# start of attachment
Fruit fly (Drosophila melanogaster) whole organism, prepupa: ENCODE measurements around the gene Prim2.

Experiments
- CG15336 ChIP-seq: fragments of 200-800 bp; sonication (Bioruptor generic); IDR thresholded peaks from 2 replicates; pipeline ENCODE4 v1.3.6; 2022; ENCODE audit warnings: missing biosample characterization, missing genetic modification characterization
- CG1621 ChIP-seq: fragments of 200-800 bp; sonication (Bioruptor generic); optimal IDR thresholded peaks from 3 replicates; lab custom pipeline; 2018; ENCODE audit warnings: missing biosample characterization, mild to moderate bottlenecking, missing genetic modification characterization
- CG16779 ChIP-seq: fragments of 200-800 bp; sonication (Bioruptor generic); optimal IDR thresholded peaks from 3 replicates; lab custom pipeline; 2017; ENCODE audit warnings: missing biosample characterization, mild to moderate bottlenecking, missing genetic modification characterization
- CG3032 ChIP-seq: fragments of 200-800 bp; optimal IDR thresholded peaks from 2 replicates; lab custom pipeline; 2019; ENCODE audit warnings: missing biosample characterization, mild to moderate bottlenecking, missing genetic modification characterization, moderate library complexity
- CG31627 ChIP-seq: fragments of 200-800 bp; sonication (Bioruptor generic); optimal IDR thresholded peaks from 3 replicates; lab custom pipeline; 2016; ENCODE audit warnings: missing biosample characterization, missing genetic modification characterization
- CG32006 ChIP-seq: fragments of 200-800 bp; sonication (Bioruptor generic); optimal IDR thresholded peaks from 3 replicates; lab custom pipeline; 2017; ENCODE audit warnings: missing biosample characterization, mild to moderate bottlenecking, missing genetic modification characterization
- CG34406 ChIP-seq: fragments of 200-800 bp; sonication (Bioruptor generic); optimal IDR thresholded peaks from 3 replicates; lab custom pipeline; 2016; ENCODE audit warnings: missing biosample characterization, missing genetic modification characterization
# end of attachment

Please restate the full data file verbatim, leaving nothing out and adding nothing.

Fruit fly (Drosophila melanogaster) whole organism, prepupa: ENCODE measurements around the gene Prim2.

Experiments
- CG15336 ChIP-seq: fragments of 200-800 bp; sonication (Bioruptor generic); IDR thresholded peaks from 2 replicates; pipeline ENCODE4 v1.3.6; 2022; ENCODE audit warnings: missing biosample characterization, missing genetic modification characterization
- CG1621 ChIP-seq: fragments of 200-800 bp; sonication (Bioruptor generic); optimal IDR thresholded peaks from 3 replicates; lab custom pipeline; 2018; ENCODE audit warnings: missing biosample characterization, mild to moderate bottlenecking, missing genetic modification characterization
- CG16779 ChIP-seq: fragments of 200-800 bp; sonication (Bioruptor generic); optimal IDR thresholded peaks from 3 replicates; lab custom pipeline; 2017; ENCODE audit warnings: missing biosample characterization, mild to moderate bottlenecking, missing genetic modification characterization
- CG3032 ChIP-seq: fragments of 200-800 bp; optimal IDR thresholded peaks from 2 replicates; lab custom pipeline; 2019; ENCODE audit warnings: missing biosample characterization, mild to moderate bottlenecking, missing genetic modification characterization, moderate library complexity
- CG31627 ChIP-seq: fragments of 200-800 bp; sonication (Bioruptor generic); optimal IDR thresholded peaks from 3 replicates; lab custom pipeline; 2016; ENCODE audit warnings: missing biosample characterization, missing genetic modification characterization
- CG32006 ChIP-seq: fragments of 200-800 bp; sonication (Bioruptor generic); optimal IDR thresholded peaks from 3 replicates; lab custom pipeline; 2017; ENCODE audit warnings: missing biosample characterization, mild to moderate bottlenecking, missing genetic modification characterization
- CG34406 ChIP-seq: fragments of 200-800 bp; sonication (Bioruptor generic); optimal IDR thresholded peaks from 3 replicates; lab custom pipeline; 2016; ENCODE audit warnings: missing biosample characterization, missing genetic modification characterization